combination with other treatments. Applied to the skin as Be sure to work with your doctor when considering a
a lotion, spray, cream, ointment or shampoo, they can treatment plan. Your doctor will be able to assess your
slow down cell reproduction and reduce inflammation. needs and suggest a therapy that will work best based on
Some require a prescription; others don’t. your condition.
Psoriasis can be mild, moderate or severe, depending on how Severe—More than 10 percent of the body is affected
much body area it covers. According to the National Psoriasis
Foundation, the palm of the hand equals one percent of the skin: Severity is also measured by the impact psoriasis can have on a
person’s quality of life. Psoriasis can have a big impact even if it involves
Mild—Less than 3 percent of the body is affected a small area, such as the palms of the hands or soles of the feet.
Moderate—Three percent to 10 percent of the body is affected
Having psoriasis is like being hit with a double Keeping the lines of communication open can help make it
whammy. Not only is there physical discomfort— easier for you to cope with your disease. Here are
itching, pain, irritation—but there is emotional suggestions to get you started:
discomfort as well. # Accept your feelings. They are real; don’t dismiss them.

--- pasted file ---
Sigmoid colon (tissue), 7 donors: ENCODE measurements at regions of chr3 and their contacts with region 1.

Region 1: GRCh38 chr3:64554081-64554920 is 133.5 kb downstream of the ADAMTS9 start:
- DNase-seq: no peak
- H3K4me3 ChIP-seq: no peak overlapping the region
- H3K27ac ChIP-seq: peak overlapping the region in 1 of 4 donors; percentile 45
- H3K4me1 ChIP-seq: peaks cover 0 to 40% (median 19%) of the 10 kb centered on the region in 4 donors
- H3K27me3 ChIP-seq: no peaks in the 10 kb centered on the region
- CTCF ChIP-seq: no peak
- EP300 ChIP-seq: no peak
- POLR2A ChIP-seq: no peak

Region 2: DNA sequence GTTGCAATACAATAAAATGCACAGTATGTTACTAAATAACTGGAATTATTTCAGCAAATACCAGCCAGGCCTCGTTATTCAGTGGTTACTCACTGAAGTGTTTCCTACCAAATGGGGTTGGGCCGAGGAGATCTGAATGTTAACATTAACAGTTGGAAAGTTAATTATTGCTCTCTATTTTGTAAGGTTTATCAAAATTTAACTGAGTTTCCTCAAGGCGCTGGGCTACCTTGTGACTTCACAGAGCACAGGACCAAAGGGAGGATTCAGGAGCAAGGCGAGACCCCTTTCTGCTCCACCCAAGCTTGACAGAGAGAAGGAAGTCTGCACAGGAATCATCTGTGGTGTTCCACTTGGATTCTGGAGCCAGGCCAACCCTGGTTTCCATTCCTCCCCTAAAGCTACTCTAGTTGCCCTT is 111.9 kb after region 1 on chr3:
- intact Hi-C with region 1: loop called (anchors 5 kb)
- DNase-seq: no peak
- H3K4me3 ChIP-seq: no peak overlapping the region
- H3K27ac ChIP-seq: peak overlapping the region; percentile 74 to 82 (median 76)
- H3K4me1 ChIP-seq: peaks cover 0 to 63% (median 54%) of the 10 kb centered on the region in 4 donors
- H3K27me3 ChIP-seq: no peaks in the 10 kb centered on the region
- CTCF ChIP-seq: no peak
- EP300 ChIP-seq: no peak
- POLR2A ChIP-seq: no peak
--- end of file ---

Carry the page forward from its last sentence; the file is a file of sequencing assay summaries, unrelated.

That’s partly because there are so many people who just You may find yourself on a roller coaster of emotions
don’t understand what it’s all about. Some may stare. because psoriasis flare-ups can be unpredictable, as are
Others may assume it’s a rash or that you’re contagious. other people’s reactions to it.
You know how exhausting it is to hide flare-ups and # Ask for help. Find someone you can trust (whether or
constantly explain what it is. Not surprisingly, despite not he or she has psoriasis) who will listen to you and
the various effective treatments available, many people validate your feelings. Don’t isolate yourself.
with psoriasis feel isolated and alone. # Find a dermatologist you can easily talk to. He or she
In October 2005, a nation-wide survey polled people may suggest ways to deal with the emotional aspects
between the ages of 18 and 25 who have psoriasis as of psoriasis and may be your best partner in identifying
well as those who don’t. The goal was to gain a better a treatment plan that is effective. Finding a treatment
understanding of the social and psychological impact that works may be the first step to feeling better
of psoriasis on young adults. emotionally.